Ah, the 1930’s. The curly hair, the cigarette smoke, the jazz singer, the slow dance, the red, red lips. The outlaw, the girl that has to be got, the agent of the law. The stuff film noir is made of. The 1930’s meant all these things, and also the Great Depression, economic poverty so awful it actually required a name in uppercase. But in the cinema we don’t smell the dirty clothes, the stale breath, we don’t feel the heat. So even here, the Great Depression is beautiful. How cool John Dillinger and the rest of his men look in trenchcoats, with those hats, how stylish, how slick. This is not the History of John Dillinger; in the film, we learn nothing more than what he tells Billie. My father beat me up when I was a kid, and I’m into you. The film is about the chase, and the power of Dillinger’s mere presence. And why learn about his past? Why care? Dillinger says It’s not about where we came from, it’s where we’re going. The lines in the film are very calculated, very Hollywood. You’re toast, etc. Much like Clark Gable’s lines in Manhattan Melodrama, the last film Dillinger sees before he is shot to death. He’s living in a film, the people outside the police car shouting at him are fans, and so he waves. He has the right to say It’s not about where we came from, it’s where we’re going, and not be called cheesy.
What the world needs now is another film based on Hasbro toys. So sayeth Hollywood and here we are. I watched it just two days ago and I can’t recall much of anything, except Hot brunette Sienna Miller is hot. It’s okay, the special FX in some of the earlier scenes made me cringe (I mean seriously, can’t the producers spend more money?), but it’s, erm, well it’s an action film featuring the military, so it’s loud and it’s nuts. I thought the chase in Paris was fun.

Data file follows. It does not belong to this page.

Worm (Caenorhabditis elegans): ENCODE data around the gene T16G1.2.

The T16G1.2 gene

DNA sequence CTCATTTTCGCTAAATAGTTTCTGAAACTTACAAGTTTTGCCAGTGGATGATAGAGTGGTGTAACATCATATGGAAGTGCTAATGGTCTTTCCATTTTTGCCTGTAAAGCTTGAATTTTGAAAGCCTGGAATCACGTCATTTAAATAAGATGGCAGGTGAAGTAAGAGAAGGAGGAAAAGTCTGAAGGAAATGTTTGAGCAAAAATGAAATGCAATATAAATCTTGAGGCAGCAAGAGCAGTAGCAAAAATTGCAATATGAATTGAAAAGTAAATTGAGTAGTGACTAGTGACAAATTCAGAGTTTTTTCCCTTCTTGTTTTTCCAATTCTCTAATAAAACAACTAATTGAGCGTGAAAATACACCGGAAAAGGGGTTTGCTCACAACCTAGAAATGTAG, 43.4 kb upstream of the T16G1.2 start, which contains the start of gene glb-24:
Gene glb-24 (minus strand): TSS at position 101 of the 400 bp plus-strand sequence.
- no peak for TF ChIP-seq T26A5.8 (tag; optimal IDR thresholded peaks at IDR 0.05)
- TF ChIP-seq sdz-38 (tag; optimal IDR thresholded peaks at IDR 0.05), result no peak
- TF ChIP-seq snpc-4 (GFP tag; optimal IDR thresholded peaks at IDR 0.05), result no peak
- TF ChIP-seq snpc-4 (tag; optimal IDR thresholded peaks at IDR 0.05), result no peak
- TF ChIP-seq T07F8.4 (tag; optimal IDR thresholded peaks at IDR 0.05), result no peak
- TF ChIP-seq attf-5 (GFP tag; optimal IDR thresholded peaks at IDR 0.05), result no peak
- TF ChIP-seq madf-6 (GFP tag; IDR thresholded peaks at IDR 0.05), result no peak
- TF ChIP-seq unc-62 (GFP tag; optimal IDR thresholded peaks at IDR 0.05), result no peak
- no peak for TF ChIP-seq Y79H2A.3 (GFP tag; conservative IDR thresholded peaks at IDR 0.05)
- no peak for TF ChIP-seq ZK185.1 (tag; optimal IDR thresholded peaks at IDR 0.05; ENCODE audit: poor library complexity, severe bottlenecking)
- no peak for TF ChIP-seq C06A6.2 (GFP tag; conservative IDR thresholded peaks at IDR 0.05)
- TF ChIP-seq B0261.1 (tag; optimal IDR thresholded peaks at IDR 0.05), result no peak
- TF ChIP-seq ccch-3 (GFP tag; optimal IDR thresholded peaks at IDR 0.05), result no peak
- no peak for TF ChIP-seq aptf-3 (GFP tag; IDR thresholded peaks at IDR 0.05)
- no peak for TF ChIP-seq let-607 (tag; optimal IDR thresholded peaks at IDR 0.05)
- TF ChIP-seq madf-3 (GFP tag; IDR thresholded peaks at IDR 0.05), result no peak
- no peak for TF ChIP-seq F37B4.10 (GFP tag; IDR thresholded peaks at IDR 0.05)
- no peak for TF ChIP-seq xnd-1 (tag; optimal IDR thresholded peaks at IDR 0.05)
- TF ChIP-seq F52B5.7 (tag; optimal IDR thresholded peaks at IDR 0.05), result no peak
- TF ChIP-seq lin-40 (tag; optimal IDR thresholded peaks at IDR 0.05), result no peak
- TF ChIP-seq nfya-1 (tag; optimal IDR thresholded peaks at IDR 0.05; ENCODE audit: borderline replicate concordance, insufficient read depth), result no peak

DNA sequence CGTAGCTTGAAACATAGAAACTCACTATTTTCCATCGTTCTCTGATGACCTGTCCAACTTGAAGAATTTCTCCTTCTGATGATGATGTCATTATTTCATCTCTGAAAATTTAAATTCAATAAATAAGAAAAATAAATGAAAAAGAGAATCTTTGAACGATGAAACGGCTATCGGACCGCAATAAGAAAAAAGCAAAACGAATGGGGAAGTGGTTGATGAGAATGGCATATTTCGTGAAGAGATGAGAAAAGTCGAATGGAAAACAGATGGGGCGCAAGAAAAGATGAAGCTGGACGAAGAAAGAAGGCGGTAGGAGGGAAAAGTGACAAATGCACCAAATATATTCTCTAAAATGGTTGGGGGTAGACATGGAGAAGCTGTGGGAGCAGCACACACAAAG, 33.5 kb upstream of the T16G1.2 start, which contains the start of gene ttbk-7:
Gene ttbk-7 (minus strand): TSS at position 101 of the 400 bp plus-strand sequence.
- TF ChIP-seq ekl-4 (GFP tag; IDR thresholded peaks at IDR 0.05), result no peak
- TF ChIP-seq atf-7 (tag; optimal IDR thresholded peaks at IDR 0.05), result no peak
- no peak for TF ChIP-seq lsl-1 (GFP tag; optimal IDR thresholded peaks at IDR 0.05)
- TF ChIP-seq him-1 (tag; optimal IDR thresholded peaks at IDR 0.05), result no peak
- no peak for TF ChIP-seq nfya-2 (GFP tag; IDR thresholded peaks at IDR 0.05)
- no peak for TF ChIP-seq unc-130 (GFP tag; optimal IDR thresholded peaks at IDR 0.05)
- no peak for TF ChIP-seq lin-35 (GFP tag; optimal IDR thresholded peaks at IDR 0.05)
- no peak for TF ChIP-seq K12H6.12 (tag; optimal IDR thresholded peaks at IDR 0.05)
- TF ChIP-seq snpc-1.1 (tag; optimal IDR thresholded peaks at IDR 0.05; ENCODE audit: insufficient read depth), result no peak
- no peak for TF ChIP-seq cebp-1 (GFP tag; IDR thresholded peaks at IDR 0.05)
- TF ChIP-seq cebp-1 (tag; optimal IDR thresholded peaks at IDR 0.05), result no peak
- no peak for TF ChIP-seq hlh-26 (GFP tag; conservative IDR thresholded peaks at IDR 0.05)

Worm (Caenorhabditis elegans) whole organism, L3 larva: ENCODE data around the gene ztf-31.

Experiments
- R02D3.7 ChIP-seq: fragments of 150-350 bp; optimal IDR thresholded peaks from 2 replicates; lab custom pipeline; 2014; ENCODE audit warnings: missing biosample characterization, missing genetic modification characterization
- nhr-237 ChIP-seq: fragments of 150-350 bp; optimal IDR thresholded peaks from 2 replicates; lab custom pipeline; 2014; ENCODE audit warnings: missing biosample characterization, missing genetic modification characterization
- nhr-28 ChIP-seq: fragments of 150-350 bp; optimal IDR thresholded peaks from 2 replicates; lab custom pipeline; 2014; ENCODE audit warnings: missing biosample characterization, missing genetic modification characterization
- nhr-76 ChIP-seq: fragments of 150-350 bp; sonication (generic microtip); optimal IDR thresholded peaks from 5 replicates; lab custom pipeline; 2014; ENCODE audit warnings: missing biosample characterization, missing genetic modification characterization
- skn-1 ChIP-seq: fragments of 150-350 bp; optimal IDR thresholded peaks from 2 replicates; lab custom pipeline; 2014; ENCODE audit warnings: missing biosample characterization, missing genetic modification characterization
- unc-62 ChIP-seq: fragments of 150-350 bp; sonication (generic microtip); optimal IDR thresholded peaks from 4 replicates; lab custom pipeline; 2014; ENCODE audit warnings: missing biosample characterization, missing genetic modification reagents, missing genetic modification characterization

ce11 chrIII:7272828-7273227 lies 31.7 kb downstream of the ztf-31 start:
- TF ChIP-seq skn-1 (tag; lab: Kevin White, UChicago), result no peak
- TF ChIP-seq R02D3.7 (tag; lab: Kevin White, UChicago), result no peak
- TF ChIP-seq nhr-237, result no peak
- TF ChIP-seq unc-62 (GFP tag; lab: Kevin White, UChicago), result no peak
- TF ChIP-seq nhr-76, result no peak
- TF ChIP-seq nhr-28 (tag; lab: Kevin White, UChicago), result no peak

It’s bearable. More bearable than the craptastic Transfomers 2, but far less fun than, let’s say, Star Trek, or even the first Transformers.
Channing Tatum can’t act. Watching his facial expressions not change is painful. Sienna Miller is so hot it’s painful.
Who Stole the Funny? by Robby Benson
Benson has directed episodes of shows like Ellen and Friends, so he knows his stuff. In this novel, he writes about director J.T. Baker, who has a son in need of a kidney transplant. Baker, who has moved away from Hollywood to teach and has vowed never to enter a soundstage again, is called forth to guest-direct the hit show My Urban Buddies (which is Friends, only on liquid Vicodin). If he succeeds in directing three episodes, he gets to renew his Directors’ Guild insurance and pay for whatever medical procedure his son needs. Who Stole the Funny? tells the story of a single week on and off the set of the Buddies show. On almost every page is a box, a word, and a definition for that word, in case you don’t speak Hollywood. For example, Baker is believed to be a passionate director.
The Passionate: Troublemakers. Loose cannons. Delusional shmucks who believe they can elevate the quality of the show. Passion in television is bad – very bad!
I had fun reading it. I’d like to see it on the big screen.